The Senate, on Thursday, has approved President Muhammadu Buhari’s request for adjustments to the 2022 fiscal framework.
With the approval, the oil benchmark for the 2022 budget has now been moved up to $73 while the government is also to spend N4 trillion on fuel subsidy
The approval is contained in the report by the Senate Committee on Finance laid by its Chairman, Senator Olamilekan Adeola.
It also approved an Oil Production Volume of 1.600 million per day; a Petroleum Motor Spirit (PMS) subsidy of N4.00 trillion (NGN); and a cut in the provision for Federally-funded upstream projects being implemented by N200 billion from N352.80.
While approving an increase in the Federal Government Independent Revenue of N400 billion, the chamber gave its nod for an additional provision of N182.4 billion to cater for the needs of the Nigeria Police Force.
It approved debt service provision of N76.13 billion and net reductions in Statutory Transfers by N66.07 billion.
A breakdown of the net reductions is as follows: NDDC, by N13.46 billion from N102.78 billion to N89.32 billion; NEDC, by N6.30 billion from N48.08 billion to N41.78 billion; and UBEC, by N23.16 billion from N112.29 billion to N89.13 billion.
Others are Basic Health Care Fund, by N11.58 billion from N56.14 billion to N44.56 billion; and NASENI, by N11.58 billion from N56.14 billion to N44.56 billion.
The chamber also approved the fiscal deficit of N7.35 trillion.
Adeola, in his presentation, said that the total budget deficit is projected to increase by N965.42 billion to N7.35 trillion, representing 3.99 per cent of Gross Domestic Product (GDP).
He disclosed tha, “the incremental deficit will be financed by new borrowings from the domestic market.”
Lawmakers, who took turns to make contributions during consideration of the report on the review of the 2022 fiscal framework, blamed the country’s economic downturn on crude oil theft.
Senator Olubunmi Adetunmbi (Ekiti North), said the federal government and security agencies owe it as a duty to stop the stealing of our commonwealth.
He lamented that at a time when most countries of the world are reaping bountiful harvests due to the increase in crude oil prices occasioned by the Russia-Ukrainian crisis, Nigeria is left out owing to its inability to meet its OPEC quota.
The Senate Leader, Yahaya Abdullahi, who spoke along the same lines as Adetunmbi, said the country should be in a state of mourning over what is currently happening to it.
He attributed the failure of security agencies to protect oil assets as a major reason for the decline of the economy.
He expressed worry over the increasing cases of oil theft in spite of huge resources allocated to the military, police and other security agencies.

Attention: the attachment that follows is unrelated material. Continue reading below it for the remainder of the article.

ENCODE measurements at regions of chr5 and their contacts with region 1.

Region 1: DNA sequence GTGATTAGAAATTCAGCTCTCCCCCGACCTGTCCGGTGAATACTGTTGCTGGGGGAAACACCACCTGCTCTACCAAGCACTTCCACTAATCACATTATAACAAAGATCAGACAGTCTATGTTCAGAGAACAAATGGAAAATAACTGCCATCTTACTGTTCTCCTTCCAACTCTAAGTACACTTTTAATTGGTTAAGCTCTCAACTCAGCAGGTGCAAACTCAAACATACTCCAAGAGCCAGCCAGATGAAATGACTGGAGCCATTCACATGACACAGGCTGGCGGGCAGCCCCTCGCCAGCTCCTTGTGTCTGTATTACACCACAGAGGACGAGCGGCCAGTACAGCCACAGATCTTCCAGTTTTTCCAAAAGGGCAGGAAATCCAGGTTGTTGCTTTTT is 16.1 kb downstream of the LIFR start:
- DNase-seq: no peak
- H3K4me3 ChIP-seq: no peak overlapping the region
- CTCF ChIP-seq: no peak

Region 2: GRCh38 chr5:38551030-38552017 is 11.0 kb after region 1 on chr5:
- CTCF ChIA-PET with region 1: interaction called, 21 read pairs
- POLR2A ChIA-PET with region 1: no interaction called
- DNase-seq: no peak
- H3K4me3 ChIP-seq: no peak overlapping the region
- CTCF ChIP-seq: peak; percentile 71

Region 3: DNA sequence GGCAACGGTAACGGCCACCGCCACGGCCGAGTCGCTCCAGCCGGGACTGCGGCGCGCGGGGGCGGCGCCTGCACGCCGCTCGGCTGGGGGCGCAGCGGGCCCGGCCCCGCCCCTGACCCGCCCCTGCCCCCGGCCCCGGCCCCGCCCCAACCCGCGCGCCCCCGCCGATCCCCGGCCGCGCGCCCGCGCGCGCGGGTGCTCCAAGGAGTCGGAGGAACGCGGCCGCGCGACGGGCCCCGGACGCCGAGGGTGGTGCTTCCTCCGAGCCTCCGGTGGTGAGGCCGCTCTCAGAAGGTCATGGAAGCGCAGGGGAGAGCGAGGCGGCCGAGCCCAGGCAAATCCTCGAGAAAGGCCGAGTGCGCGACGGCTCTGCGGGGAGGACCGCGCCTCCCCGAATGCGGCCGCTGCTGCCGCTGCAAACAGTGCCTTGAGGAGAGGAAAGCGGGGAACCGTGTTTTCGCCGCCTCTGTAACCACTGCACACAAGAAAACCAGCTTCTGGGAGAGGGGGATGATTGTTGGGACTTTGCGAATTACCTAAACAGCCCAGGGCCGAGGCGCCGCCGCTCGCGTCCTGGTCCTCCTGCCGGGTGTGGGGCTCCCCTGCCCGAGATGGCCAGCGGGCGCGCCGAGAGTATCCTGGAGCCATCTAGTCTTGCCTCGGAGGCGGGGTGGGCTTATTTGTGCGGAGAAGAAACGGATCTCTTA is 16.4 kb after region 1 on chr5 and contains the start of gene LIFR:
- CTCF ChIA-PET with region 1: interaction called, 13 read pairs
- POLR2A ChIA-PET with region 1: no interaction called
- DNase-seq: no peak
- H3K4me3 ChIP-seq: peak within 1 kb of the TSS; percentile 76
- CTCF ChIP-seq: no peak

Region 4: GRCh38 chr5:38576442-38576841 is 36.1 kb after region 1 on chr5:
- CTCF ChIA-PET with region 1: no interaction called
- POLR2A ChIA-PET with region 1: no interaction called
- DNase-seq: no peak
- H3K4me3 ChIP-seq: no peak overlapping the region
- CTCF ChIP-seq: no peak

Others such as Senators Gabriel Suswam (Benue North East), and Betty Apiafi (Rivers West), called on the chamber not to hastily approve the President’s request to adjust the 2022 fiscal framework until certain questions are answered.
While Suswam raised concerns about the widening gap in the budget deficit and the federal government’s decision to resort to funding from the Capital Market, Apiafi, on the other hand, demanded answers from the NNPC and relevant agencies on solutions in place to curb crude oil theft.
The Senate President, Ahmad Lawan, in his concluding remarks, called on the Federal Government to take “radical” steps toward stopping the theft of crude oil by economic saboteurs.
He also called for a stop to the importation of refined petroleum products into the country, to cut down on expenditures incurred in the process, as well as to maximize profits from crude oil sales.
“This (crude theft) is not something to play politics with, and I don’t think the answers are going to be easy to come by.
“Radical decisions would have been taken, but before we find answers we have to live with this, but we have to be fast as possible in looking for answers.
“I had a session with the Chief of Defence Staff about a month ago, and my discussion with him was on the oil theft and the efforts of our security agencies to combat this menace.
“And like we know, our security agencies are doing their best but we have people – our people – who are sabotaging the oil industry because the oil theft is not perpetrated by somebody else but by people who are citizens.
“So, we need to continue to support the security agencies in whatever way possible so that they can deal with this.
“I also believe that, whether there is oil theft or not, until we stop the importation of refined products to Nigeria, we will never get the best out of the oil and gas industry.
“So, we should work to ensure that we produce our refined products locally because that is one way of cutting out our expenditure on importation.
“I also think that diversification of the economy is key because we depend so much on this oil and gas industry, the slightest issues that affect it internationally affect us seriously in our country”, the Senate President said.
The request by President Buhari for revision of the 2022 fiscal framework was approved by the upper chamber after consideration of the report of the Finance Committee.